1. We provide the highest level of service to all library users through appropriate and usefully organized resources; equitable service policies; equitable access; and accurate, unbiased, and courteous responses to all requests.

  2. We uphold the principles of intellectual freedom and resist all efforts to censor library resources.

  3. We protect each library user’s right to privacy and confidentiality with respect to information sought or received and resources consulted, borrowed, acquired or transmitted.

  4. We recognize and respect intellectual property rights.

  5. We treat co-workers and other colleagues with respect, fairness and good faith, and advocate conditions of employment that safeguard the rights and welfare of all employees of our institutions.

  6. We do not advance private interests at the expense of library users, colleagues, or our employing institutions.

  7. We distinguish between our personal convictions and professional duties and do not allow our personal beliefs to interfere with fair representation of the aims of our institutions or the provision of access to their information resources.

  8. We strive for excellence in the profession by maintaining and enhancing our own knowledge and skills, by encouraging the professional development of co-workers, and by fostering the aspirations of potential members of the profession.

SOURCE: See the American Library Association Web site at http://www.ala.org/alaorg/oif/ethics.html.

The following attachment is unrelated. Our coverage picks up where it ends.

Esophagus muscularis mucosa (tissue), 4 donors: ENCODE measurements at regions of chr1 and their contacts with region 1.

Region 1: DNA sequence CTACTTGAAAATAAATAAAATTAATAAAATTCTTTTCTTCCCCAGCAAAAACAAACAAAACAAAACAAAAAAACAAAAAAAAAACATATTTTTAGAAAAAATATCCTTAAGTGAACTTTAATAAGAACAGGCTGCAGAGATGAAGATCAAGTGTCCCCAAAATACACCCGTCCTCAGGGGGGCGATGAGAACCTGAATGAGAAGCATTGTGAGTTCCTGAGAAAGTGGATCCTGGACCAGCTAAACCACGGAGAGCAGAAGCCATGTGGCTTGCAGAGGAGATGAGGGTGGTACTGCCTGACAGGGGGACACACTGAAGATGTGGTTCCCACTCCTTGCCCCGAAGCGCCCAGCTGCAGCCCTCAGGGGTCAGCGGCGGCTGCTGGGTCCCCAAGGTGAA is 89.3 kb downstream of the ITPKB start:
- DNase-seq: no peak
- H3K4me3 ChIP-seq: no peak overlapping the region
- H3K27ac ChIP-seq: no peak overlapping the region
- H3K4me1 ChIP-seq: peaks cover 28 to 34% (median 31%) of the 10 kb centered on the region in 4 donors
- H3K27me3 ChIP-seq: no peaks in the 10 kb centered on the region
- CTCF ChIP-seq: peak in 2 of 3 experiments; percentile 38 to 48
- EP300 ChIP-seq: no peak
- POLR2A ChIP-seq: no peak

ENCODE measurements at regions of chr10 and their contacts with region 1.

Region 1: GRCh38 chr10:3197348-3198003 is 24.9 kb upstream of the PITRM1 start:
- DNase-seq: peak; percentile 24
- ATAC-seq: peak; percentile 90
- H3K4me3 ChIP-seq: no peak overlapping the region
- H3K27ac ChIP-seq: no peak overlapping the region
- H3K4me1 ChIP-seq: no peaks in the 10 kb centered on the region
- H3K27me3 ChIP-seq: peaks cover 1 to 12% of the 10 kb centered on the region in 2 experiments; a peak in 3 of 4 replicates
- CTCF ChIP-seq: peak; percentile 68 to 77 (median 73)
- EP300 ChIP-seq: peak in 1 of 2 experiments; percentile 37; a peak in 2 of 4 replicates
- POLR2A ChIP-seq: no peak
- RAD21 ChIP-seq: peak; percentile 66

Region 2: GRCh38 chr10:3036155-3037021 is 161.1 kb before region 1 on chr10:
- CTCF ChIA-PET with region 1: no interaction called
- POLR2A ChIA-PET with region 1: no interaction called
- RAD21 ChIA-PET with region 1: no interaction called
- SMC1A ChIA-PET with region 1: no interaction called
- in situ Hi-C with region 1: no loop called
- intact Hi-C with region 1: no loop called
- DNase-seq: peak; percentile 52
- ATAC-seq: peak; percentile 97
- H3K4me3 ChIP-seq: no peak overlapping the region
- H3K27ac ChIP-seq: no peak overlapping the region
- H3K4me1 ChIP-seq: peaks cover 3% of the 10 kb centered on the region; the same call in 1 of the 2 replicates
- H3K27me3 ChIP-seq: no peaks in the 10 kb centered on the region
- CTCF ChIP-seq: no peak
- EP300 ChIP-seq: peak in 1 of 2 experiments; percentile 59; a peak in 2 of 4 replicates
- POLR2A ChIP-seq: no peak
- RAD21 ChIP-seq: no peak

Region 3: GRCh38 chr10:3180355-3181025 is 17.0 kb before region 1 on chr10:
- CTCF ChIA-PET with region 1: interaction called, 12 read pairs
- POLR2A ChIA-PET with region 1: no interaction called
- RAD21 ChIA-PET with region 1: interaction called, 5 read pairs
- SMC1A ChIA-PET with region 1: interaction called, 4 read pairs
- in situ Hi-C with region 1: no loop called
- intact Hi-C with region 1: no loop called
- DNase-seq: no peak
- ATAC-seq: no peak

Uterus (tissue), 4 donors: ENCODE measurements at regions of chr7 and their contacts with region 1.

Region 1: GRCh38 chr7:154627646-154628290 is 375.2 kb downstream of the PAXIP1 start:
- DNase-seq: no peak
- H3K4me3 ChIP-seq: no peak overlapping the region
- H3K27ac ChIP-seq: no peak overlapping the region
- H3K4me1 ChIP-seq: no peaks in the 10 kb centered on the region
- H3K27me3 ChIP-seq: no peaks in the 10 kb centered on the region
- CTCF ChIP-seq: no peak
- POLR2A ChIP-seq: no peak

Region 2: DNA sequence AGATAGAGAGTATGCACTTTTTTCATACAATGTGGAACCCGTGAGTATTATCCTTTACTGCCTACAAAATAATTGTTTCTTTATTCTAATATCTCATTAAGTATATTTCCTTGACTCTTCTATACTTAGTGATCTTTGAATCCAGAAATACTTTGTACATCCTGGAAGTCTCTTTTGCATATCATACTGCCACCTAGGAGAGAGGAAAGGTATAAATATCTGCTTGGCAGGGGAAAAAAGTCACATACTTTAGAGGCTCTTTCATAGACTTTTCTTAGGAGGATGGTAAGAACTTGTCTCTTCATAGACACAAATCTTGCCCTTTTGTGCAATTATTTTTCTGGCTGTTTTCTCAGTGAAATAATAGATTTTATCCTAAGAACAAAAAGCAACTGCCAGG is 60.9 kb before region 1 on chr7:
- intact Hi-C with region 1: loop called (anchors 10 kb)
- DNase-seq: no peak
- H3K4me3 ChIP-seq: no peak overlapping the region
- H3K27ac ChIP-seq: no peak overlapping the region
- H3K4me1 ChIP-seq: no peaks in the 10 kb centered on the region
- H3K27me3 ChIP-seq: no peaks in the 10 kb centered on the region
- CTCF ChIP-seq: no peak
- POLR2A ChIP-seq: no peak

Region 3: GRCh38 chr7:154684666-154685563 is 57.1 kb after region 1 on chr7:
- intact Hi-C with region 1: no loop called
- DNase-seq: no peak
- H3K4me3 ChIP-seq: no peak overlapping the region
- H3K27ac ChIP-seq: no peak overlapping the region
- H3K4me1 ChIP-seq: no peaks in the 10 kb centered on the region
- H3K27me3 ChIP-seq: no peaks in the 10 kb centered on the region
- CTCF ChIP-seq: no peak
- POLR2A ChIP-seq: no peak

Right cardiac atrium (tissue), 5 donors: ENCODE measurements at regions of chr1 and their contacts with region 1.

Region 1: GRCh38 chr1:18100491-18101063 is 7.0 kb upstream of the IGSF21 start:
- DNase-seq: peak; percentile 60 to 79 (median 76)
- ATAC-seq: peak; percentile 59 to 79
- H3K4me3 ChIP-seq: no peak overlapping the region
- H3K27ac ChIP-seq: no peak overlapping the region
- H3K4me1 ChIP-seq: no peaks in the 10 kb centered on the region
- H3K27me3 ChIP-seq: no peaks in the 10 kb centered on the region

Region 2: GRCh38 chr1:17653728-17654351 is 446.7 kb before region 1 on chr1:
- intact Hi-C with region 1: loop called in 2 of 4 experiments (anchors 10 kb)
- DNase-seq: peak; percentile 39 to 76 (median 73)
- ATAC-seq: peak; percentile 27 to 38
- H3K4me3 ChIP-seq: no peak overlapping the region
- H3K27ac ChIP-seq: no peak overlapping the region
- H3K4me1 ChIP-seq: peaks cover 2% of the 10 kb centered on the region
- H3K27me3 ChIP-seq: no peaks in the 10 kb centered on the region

the first establishment of public libraries in the United States to the ways in which those libraries fulfill that goal today. It then explores why this community has decided throughout its history that the preservation of privacy is required for it to accomplish that goal. Next, it looks at the ways in which libraries have responded to technological change, with respect to both their primary goal and efforts to secure the privacy of their patrons. Finally, it outlines some of the new technological developments that will affect the practices of librarians and describes actions that the library community is already taking to ensure that it will be able to guarantee the privacy of library patrons in the face of these developments.


Public libraries were established in the United States at a time when the average level of education was not much beyond elementary school,

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